DAYS 1-5 (JANUARY 25-29)

The upcoming storm system behaves as previously noted in terms of timing, coming in this afternoon and exiting early Thursday, with low pressure moving into the eastern Great Lakes and redeveloping right over southern New England before moving quickly seaward. Recent short range guidance trends have been consistently for a slightly weaker thrust of precipitation and slightly milder overall set-up, and after briefly considering erring on the side of “over-performance” before this trend got underway, I’m actually going to take the top edge off my initial snowfall estimate, which will appear in updated form in the detailed forecast below. Expect a little batch of very light to light snow to extend out from the approaching system that can put some flakes in the air but not likely have any real road impact sometime early this afternoon, favoring areas north of I-90 and west of I-95. The main batch of precipitation then arrives late in the day, before darkness falls for the western areas and at dusk or shortly after dark for eastern areas. For most it starts as snow, except the immediate coast and certainly the South Coast which have a much better shot at starting as a mix of snow and rain or even just rain. Before long, a definitive rain/snow line, perhaps with a narrow ribbon of sleet along with it, will not only be apparent but will waste little time moving northward across the WHW forecast area during the evening hours, followed by a solid moderate to heavy swath of rainfall during the late evening and overnight hours. The system is moving along swiftly enough that I expect this area of rain to exit from west to east before dawn on Thursday, leaving us with a drier day, mild in temperature, with an increasing breeze to help dry of most cleared surfaces. With colder air returning Thursday night we will have to watch for areas of melt-water and puddles freezing up – typical wintertime stuff – so be aware of that later that night and early Friday. Friday’s weather itself looks fair with a little less wind as a small ridge of high pressure, centered to the south but extending northward, moves across the region. The wind picks up again on Saturday as that high slides offshore and a low pressure area moves quickly west to east across southeastern Canada. This low will drag a cold front across the region which may produce a few showers of snow, mixed precipitation, and maybe even rain to the south, during the morning and midday hours, based on current expected timing. But that frontal boundary doesn’t get that far south and east of us and lifts right back across the region on Sunday while another low pressure disturbance moves through the eastern Great Lakes, destined for a path north of our region late Sunday through early Monday. This will bring some light precipitation later Sunday or Sunday night, in the form of snow or mix to the northwest, mix or rain to the southeast, to be fine-tuned as we get closer to its occurrence.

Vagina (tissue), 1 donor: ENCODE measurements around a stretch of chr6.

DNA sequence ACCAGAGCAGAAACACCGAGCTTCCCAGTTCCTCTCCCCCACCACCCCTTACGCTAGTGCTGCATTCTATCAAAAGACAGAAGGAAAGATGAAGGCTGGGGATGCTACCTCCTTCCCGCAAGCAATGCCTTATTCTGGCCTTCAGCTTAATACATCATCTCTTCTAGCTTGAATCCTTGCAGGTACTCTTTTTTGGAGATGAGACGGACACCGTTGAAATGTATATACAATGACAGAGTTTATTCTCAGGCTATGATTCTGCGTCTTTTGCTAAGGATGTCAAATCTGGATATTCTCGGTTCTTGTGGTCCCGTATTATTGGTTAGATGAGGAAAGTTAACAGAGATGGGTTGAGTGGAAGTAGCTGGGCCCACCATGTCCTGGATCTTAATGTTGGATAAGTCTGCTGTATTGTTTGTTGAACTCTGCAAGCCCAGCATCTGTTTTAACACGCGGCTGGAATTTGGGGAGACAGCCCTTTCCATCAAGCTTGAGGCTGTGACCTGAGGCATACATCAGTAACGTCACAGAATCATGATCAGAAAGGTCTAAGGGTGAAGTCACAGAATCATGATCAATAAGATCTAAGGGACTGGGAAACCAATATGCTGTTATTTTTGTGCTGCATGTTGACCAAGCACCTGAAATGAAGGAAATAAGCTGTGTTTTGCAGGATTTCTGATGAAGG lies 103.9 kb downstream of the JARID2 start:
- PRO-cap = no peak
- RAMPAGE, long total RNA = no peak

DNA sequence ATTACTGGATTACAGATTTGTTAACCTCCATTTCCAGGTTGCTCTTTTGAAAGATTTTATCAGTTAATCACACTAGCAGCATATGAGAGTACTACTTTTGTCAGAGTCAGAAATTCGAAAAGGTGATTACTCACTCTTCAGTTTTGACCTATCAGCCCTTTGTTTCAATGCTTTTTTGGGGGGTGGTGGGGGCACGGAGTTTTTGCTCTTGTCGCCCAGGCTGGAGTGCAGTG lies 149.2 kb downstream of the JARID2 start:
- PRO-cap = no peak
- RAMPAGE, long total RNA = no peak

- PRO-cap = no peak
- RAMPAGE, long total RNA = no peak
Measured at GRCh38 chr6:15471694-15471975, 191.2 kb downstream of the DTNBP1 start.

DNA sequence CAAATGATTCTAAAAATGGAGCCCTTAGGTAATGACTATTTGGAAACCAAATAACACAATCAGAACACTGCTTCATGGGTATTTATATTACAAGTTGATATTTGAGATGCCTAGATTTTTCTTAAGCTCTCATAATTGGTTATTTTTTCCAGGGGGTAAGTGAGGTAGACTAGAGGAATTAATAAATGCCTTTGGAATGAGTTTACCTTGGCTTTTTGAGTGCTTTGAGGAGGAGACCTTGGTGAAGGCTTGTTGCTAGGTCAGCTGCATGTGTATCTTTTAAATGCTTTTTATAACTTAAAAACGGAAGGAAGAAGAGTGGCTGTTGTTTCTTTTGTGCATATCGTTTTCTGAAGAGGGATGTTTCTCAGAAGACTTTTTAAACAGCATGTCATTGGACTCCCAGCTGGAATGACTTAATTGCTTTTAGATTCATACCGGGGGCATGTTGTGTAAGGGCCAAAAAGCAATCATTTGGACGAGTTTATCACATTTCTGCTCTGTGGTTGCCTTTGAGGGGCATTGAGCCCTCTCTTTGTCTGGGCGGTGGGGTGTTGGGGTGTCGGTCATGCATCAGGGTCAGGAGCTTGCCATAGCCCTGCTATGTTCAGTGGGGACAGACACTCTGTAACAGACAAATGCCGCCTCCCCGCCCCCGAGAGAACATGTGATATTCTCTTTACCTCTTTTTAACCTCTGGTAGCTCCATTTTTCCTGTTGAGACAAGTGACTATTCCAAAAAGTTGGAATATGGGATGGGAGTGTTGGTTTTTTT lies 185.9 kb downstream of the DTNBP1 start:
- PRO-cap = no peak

TODAY: Clouding up. Brief light snow possible north central to northeastern MA and southern NH midday or early afternoon. Snow/mix/rain arriving west to east late in the day, snow most likely inland, rain more likely coast. Highs 33-40. Wind NE 5-15 MPH.